TIFF's so money! Why Toronto slays at predicting box-office hits
People's Choice Award winners out-earn Cannes' Palme d'Or winners almost 4-to-1
The top prize at the Toronto International Film Festival has a surprising superpower.
TIFF's coveted People's Choice Award is able to predict international box-office winners long before critics and crowds have had a chance to see the movies. And the festival's top award does so better than counterparts around the world, including the prestigious Festival de Cannes.
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The numbers don't lie. And no matter which metric is used, TIFF comes out on top.
Since 2000, movies that won the People's Choice Award at TIFF earned in total more than $3-billion US worldwide, compared to films that won Cannes' Palme d'Or, which made over $815-million, according to the movie industry database The Numbers.
Diversity is good for business
In recent years, TIFF has emerged as the festival with the best crystal ball for predicting Oscar wins. Its top prize winners have garnered 102 Academy Award nominations and 36 Oscar wins since 2000 — five times more wins and nods than Cannes films.
But it's the astounding difference in movie revenues that inspired Nouman Ashraf, assistant professor at the University of Toronto's Rotman School of Management, to use TIFF as a case study on why diversity is good for business.
Turns out, the secret to TIFF's box-office superpower may just be Toronto's diverse population. After all, the top prize is an audience award chosen by the people of Toronto.
"They represent a global audience," Ashraf said. "When they actually pick what resonates with them, what they're doing is they're giving a proxy vote for what will in fact resonate with a global audience literally across the globe."
Here's where this story turns into a lesson in Grade 8 social studies.
Canada is a mosaic. And Toronto is among the most diverse cities in the world. More than half the population of Toronto identifies as visible minority — higher than New York City or London.
TIFF's artistic director and co-head Cameron Bailey said the festival itself aims to be inclusive, both in the screening selection and in making the tickets accessible to the public.
"This is a festival for the people — Toronto in all its glory," he said. "I see people of different ages and shades and sizes and backgrounds watching movies together. That collective experience in a movie theatre is still really important to us — it's the core of who we are."
Audience vs. jury award
TIFF's audience prize was first awarded in 1978, with the winner based on the votes of people attending screenings. Anyone who attends a film at the festival can vote on the People's Choice Award winner.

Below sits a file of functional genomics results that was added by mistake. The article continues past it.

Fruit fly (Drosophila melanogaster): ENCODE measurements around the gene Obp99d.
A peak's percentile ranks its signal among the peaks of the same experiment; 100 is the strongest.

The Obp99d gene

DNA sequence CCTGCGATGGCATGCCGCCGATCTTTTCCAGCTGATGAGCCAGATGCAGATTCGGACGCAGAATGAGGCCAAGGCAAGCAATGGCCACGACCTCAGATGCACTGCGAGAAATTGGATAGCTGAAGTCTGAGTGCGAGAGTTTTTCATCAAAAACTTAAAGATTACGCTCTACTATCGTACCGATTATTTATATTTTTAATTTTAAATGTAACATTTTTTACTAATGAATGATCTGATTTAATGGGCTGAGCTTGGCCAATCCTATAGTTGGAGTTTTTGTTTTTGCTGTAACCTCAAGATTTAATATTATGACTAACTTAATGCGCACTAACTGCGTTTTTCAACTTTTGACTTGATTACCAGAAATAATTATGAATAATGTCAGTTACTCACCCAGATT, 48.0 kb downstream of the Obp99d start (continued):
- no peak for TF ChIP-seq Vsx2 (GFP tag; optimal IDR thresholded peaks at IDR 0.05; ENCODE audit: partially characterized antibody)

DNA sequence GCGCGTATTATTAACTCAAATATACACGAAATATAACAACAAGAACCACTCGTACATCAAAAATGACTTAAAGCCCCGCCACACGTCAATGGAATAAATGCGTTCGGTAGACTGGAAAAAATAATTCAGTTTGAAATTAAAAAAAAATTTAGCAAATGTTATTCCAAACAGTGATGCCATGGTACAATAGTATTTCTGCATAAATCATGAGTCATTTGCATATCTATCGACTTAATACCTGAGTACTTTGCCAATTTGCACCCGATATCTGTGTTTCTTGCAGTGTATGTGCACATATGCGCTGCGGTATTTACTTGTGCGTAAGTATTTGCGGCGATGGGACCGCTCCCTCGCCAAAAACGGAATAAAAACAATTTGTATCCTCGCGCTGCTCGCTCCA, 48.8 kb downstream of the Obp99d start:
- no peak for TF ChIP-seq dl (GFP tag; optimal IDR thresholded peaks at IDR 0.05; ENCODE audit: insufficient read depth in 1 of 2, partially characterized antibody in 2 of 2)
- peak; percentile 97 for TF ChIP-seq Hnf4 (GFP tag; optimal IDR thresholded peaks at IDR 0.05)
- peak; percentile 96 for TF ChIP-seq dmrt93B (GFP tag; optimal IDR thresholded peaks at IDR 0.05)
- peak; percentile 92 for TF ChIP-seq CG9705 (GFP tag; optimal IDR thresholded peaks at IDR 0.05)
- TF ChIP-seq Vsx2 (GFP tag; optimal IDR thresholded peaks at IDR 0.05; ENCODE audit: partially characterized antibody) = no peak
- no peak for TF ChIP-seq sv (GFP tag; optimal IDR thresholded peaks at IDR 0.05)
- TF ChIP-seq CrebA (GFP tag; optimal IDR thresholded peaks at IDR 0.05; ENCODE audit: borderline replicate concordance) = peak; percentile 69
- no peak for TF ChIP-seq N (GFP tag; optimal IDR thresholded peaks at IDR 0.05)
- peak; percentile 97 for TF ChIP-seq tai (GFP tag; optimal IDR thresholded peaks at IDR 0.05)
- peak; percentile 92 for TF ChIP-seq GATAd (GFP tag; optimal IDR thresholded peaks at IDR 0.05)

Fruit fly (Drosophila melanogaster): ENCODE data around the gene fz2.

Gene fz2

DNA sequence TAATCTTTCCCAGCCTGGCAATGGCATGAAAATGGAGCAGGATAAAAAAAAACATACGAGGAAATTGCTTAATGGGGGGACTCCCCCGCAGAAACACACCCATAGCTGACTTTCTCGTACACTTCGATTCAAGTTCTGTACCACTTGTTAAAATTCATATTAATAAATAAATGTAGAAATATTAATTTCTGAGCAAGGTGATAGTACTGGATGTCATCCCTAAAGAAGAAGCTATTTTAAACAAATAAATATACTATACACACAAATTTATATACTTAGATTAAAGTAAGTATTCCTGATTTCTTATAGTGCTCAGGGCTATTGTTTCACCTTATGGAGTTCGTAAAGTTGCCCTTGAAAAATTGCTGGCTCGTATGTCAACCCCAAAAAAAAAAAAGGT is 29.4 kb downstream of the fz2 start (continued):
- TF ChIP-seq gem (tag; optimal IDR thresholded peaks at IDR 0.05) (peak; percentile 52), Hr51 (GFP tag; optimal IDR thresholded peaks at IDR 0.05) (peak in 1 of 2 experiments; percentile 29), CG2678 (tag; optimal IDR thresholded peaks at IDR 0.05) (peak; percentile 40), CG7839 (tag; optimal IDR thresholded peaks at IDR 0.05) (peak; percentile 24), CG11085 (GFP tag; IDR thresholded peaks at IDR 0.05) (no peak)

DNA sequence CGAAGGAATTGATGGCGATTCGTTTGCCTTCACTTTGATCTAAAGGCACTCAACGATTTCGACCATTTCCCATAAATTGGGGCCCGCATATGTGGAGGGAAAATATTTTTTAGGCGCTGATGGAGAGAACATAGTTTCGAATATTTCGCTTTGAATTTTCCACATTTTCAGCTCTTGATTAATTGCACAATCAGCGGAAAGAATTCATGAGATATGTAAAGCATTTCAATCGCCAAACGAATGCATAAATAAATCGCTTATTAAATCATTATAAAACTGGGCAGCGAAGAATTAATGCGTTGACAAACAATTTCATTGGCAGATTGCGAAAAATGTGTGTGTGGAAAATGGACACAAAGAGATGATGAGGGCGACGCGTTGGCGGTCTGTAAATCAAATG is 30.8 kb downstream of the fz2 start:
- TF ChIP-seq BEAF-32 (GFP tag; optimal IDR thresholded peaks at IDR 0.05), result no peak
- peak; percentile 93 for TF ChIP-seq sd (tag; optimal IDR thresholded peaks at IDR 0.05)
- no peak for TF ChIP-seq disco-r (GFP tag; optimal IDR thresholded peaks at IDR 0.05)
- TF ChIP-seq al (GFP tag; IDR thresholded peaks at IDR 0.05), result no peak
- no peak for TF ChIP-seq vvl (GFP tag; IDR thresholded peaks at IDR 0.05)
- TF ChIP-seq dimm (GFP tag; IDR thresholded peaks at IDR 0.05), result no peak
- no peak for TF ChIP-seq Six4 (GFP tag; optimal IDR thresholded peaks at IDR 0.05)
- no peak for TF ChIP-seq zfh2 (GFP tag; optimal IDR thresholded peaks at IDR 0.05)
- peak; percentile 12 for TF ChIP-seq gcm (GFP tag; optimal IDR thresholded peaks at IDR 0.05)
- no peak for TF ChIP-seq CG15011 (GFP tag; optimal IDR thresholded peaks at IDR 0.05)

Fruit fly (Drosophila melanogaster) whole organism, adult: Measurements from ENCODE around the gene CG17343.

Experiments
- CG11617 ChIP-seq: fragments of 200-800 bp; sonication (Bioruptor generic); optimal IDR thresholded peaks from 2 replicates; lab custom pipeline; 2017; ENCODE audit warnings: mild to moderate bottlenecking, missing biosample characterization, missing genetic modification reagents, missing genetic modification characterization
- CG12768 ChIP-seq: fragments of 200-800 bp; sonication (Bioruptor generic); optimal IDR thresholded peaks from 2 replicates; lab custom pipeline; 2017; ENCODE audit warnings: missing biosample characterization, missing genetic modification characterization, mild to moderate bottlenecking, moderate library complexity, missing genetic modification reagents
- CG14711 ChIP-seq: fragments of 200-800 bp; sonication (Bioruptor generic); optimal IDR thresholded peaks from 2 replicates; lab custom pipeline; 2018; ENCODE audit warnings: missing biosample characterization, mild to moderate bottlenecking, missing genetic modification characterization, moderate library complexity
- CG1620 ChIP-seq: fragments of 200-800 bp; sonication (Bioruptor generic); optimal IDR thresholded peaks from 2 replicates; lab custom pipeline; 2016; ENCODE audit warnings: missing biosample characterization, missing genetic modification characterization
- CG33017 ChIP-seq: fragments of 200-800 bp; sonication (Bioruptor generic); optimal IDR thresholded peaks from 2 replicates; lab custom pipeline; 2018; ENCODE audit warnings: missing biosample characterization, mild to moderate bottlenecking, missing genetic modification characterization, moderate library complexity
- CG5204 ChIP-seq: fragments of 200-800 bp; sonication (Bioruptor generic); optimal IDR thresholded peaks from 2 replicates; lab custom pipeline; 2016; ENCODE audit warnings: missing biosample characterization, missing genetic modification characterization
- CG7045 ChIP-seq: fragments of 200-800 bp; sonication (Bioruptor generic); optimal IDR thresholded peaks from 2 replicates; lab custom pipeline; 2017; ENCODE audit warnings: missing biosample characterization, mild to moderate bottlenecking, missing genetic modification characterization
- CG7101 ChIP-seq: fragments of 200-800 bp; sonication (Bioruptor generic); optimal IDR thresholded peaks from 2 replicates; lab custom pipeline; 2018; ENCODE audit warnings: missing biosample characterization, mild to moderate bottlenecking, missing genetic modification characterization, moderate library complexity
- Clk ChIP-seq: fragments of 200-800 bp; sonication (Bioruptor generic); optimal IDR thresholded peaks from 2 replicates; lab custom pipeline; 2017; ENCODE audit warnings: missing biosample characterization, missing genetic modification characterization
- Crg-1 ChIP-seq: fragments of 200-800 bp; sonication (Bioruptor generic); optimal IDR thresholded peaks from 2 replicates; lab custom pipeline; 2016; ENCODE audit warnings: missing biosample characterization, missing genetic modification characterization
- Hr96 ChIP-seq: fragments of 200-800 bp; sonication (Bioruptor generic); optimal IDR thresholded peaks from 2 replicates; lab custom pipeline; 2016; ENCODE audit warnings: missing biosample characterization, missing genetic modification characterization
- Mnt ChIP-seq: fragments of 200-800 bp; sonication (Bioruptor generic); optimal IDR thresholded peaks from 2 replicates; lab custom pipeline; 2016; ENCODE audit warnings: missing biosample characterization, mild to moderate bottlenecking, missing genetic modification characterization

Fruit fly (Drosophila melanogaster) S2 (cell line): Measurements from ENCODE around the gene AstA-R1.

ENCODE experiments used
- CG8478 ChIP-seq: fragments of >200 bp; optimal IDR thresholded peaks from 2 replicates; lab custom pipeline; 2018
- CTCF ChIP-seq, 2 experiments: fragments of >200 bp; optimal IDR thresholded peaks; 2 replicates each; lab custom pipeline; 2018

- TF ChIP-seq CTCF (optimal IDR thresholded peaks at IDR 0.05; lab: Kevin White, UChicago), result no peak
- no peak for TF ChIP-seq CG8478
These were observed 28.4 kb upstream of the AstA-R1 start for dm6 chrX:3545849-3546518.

The Palme d'Or, by contrast, is selected by an elite jury of artists. Past presidents include art-house darlings Wong Kar-Wai, David Lynch and David Cronenberg.
By definition, TIFF winners are more "commercial" than their counterparts at Cannes.
And the box-office gap widens even more when we look at a third film festival for comparison — the Sundance Film Festival.
WATCH: A quick comparison of TIFF vs. Cannes vs. Sundance
Admittedly, the Sundance and TIFF festivals are very different from one another, though the same films routinely screen at both festivals.
Like TIFF, Sundance also has an audience award. Winners of that award have collectively earned under $300-million since 2000, which is even less than Palme d'Or winners.
The makeup of the Sundance audience may be to blame.
Sundance takes place in Park City, Utah — a small city east of Salt Lake City with a population under 10,000.
Festival goers have to fly in to attend screenings, making the audience a self-selected group of indie film lovers who also have the money and time to travel.
By contrast, TIFF is famous for its affordable and accessible rush tickets — another factor in the audience's diversity.
One of the producers of Precious, the 2009 Oscar-winning film that screened at all three festivals, remembers the glitz and glamour of all three red carpet events.
But at TIFF, what stood out for Lisa Cortés was the people — Canadians.
"I think TIFF is definitely a people's festival," Cortés recalled.
"I've always enjoyed the folks I've met while I've been waiting in line to see films — people who live in Toronto and live in Canada and said, 'You know, we took the week off so that we could come to this festival.'"
"I think that really speaks to the love of cinema and the great curation that happens at TIFF with a broad range of films they present," she said.
The 2019 Toronto International Film Festival runs through Sept. 15.
Reporting by Tracy Fuller